A MASS covid jab rollout for kids aged 12 to 15-year-old is reported to be announced next week.
The move follows a review by the chief medical officers (CMOs) of all four UK nations, led by professor Chris Whitty.
Last week, the Joint Committee on Vaccination and Immunisation (JCVI) said children would receive only marginal health benefits, although it did consider the benefits of keeping kids in school.
In response to this, the UK’s chief medical officers have been drawing up advice for the Government on whether children aged 12 to 15 should be vaccinated.
But The Observer understands the Covid jabs programme for kids is set to go ahead and will begin on 22 September.
NHS bosses have been reportedly briefed on the plans after schools were told to be ready.
But Tory MPs had said they would oppose vaccinations for children without clear-cut medical and scientific evidence favouring it.
As reported kids could only get one Covid jab due to the very rare risk of a heart condition.
Studies have found a small link between the vaccines and inflammation of the heart, myocarditis.
But the risk is very small, with the majority of children who have had the jabs worldwide not suffering any major side-effects.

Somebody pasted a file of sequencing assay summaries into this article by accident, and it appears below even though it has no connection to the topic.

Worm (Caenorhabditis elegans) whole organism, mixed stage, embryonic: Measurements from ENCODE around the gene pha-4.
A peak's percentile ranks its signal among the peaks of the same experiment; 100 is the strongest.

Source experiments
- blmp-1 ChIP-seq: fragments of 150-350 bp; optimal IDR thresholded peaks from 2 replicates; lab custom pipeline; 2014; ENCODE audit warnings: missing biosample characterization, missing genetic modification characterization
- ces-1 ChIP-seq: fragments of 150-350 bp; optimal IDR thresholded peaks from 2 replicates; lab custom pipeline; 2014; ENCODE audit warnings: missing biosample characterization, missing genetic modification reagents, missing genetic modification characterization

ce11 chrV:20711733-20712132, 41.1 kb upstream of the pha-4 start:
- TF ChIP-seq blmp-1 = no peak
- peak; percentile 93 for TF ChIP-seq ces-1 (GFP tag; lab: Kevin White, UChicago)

However, experts think one shot would be enough as it gives a higher level of protection against Covid to younger people.
Boris Johnson is due to set out the Government’s plan to tackle coronavirus over the coming months, with a reluctance to impose further lockdowns and a focus on vaccination.
The Prime Minister will host a press conference next week, as a decision is expected on how to roll out a booster jab programme.
Mr Johnson is expected to say that vaccines will continue to be the first line of defence over the autumn and winter, a high-risk time for coronavirus as other respiratory illnesses circulate.
And in a move away from locking down the country, a number of powers allowing the Government to shut down sections of the economy in England are set to be repealed.
Mr Johnson said: “Thanks to the efforts of the public, the NHS and our phenomenal vaccination programme, we reached Step 4 in our road map and life has returned to a sense of normality.
“These extraordinary times required necessary but intrusive measures. But I’m determined to get rid of any powers we no longer need because of our vaccine defences.
“I will set out the next phase in our Covid response shortly.”
The powers expected to be repealed under the Coronavirus Act include those allowing the closing down of the economy, the imposing of restrictions on events and gatherings, the power to temporarily close or restrict access to schools, and powers to detain infectious people.
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